* Receiver removes clove with mouth and then transfers clove to hand (or disposes of clove).
Receiver expects to return kiss on the cheek. This is the most common returned kiss.

* Receiver removes clove with mouth and holds clove between teeth with lips closed.
Receiver expects to return kiss on the cheek. Probably the most common form of returned kiss..

* Receiver removes clove with mouth and holds clove between teeth with lips open.
Receiver expects to return kiss on the mouth. The most common practice is for the reciever to bite down on the clove and then return it to the giver's mouth during the kiss. Kind of a medieval breath mint! While a very personal return, it still maintains an amount of decorum so don't try to force any more 'return' than the recipient is willing to give.

* Receiver removes clove with mouth and holds clove inside mouth.
Receiver expects to return exploratory kiss on the mouth (usually after biting clove and moving it to cheek). This is usually reserved for significant others or potential lovers. This usually means the cloved orange isn't getting transferred again for a few minutes (at least!).
Once the transfer of the clove is completed, the cloved orange is now the receiver's to give away, thus the practice continues until no cloves remain, but even this has special meaning in some places!

Special Situations

* Receiver accepts cloved orange and then drops it on the ground or rolls it back to the giver and turns their back (or walks away).
This is considered an insult and is the most unflattering 'accepted' response in the practice of passing the cloved orange. It is equivalent to 'laughing in the face' of the giver, telling the giver to "drop dead", or even comparable to ridicule. This is highly unflattering and shouldn't be used in practice. It is listed here simply so that, should it occur to you, you will not mistake its meaning.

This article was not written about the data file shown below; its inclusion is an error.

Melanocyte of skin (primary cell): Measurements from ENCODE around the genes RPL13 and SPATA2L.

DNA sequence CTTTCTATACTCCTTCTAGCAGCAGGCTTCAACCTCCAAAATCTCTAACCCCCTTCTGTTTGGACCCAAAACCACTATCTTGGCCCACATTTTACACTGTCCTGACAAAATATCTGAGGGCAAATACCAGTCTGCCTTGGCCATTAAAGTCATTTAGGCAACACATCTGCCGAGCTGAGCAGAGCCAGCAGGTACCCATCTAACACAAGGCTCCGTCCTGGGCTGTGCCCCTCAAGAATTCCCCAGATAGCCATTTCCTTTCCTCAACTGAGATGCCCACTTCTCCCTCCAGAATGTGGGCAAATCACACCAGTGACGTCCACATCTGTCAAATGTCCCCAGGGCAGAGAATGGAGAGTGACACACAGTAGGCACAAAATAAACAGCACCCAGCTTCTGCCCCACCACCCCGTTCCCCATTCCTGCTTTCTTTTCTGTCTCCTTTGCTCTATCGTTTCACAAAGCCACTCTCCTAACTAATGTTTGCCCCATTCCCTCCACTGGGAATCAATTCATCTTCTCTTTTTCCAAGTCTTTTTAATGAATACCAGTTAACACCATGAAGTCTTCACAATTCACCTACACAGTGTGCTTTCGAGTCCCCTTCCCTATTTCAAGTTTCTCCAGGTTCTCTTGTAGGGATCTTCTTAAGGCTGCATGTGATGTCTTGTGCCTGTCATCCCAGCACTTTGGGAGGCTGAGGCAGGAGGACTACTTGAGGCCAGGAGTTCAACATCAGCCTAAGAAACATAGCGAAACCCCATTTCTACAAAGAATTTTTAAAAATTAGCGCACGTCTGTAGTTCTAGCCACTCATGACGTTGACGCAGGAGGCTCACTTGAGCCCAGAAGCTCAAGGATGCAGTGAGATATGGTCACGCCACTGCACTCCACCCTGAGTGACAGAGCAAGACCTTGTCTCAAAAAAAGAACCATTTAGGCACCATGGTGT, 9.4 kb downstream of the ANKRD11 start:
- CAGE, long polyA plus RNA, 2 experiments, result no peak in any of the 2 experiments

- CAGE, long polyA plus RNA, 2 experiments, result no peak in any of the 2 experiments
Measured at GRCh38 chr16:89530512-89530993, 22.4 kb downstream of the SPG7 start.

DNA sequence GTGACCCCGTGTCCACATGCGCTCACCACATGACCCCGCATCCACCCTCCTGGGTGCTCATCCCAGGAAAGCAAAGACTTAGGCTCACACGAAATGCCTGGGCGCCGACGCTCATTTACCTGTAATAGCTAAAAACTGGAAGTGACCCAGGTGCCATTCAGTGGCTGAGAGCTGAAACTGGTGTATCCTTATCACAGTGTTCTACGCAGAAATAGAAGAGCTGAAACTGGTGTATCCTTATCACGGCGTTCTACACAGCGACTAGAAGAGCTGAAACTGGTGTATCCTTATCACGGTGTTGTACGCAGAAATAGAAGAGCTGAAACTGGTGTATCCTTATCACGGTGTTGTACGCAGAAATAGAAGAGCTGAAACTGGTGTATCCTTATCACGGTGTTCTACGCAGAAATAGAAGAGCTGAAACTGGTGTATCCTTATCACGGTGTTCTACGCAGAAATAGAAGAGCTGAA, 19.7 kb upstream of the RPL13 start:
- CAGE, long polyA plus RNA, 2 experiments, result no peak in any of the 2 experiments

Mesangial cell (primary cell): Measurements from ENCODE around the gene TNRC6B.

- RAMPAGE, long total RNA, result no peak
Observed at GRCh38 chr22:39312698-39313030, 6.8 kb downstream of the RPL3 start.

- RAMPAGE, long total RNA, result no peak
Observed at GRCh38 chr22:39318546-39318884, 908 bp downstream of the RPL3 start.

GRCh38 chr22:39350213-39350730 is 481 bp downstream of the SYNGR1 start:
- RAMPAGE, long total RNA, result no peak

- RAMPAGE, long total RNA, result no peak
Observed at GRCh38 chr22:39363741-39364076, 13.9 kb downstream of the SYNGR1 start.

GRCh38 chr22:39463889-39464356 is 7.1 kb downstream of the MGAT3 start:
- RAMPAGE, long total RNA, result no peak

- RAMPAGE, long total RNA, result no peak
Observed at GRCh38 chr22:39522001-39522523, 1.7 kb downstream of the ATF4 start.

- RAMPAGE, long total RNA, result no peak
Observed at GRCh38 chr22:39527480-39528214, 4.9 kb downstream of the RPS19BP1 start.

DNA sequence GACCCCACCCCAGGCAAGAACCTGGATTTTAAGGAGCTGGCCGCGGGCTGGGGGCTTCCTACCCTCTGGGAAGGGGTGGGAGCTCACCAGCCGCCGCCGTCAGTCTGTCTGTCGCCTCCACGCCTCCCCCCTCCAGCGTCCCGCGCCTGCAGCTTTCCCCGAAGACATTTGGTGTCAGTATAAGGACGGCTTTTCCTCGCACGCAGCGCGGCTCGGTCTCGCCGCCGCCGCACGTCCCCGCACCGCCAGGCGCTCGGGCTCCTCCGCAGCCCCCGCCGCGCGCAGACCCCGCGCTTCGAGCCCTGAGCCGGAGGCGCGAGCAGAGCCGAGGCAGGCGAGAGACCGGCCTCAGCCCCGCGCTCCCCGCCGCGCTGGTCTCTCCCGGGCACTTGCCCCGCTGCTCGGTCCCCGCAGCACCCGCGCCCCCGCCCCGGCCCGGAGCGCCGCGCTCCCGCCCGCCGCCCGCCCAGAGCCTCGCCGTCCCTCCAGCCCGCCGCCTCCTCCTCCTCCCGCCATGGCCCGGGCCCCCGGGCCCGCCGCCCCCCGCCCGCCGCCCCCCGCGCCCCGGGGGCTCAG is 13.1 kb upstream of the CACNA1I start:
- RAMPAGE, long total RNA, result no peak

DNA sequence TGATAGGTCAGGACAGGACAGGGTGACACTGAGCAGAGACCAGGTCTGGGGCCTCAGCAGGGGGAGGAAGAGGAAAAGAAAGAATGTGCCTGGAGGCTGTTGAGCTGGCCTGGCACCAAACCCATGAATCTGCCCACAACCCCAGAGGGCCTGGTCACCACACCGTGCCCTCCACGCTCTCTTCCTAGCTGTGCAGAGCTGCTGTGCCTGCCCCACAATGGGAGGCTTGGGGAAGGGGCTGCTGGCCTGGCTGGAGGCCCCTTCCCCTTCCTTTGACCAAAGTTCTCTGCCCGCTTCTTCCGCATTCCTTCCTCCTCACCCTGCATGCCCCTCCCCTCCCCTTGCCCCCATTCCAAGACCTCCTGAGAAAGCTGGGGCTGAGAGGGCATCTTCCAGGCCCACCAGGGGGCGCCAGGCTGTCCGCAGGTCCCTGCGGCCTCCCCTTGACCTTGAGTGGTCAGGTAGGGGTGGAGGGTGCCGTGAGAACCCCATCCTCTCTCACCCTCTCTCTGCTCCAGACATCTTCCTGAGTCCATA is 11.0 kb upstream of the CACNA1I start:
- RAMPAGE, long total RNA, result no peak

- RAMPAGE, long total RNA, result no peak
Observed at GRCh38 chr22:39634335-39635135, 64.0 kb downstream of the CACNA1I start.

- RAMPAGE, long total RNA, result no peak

* Receiver accepts cloved orange, bestows kiss of choice, and then returns orange back to giver.
This is considered a great compliment! It essentially means that the first kiss simply was not enough to satisfy the recipient or perhaps the recipient wants to put the decision into the original giver's hands if they want to attempt the 'next higher level' of cloved orange intimacy. Occasionally it's meant as an invitation to more than a cloved orange passing might indicate! In such cases it is generally better to err on the side of caution, but regardless, it is definately considered a sign of romantic interest if the cloved orange is immediatly returned to you after having received your kiss.

* Giver presents receiver with an orange with only one clove remaining.
After having made the rounds for an evening, an orange with a single remaining clove is considered an offer of sex. Consent is generally made by consuming the orange (either taking a bite out of it rind and all, or the more romantic option of peeling it and sharing it between the two participants in the privacy of one's tent or 'special place').

Cloved Orange Etiquette



Special thanks to James Potthast for assistance in providing information for this page!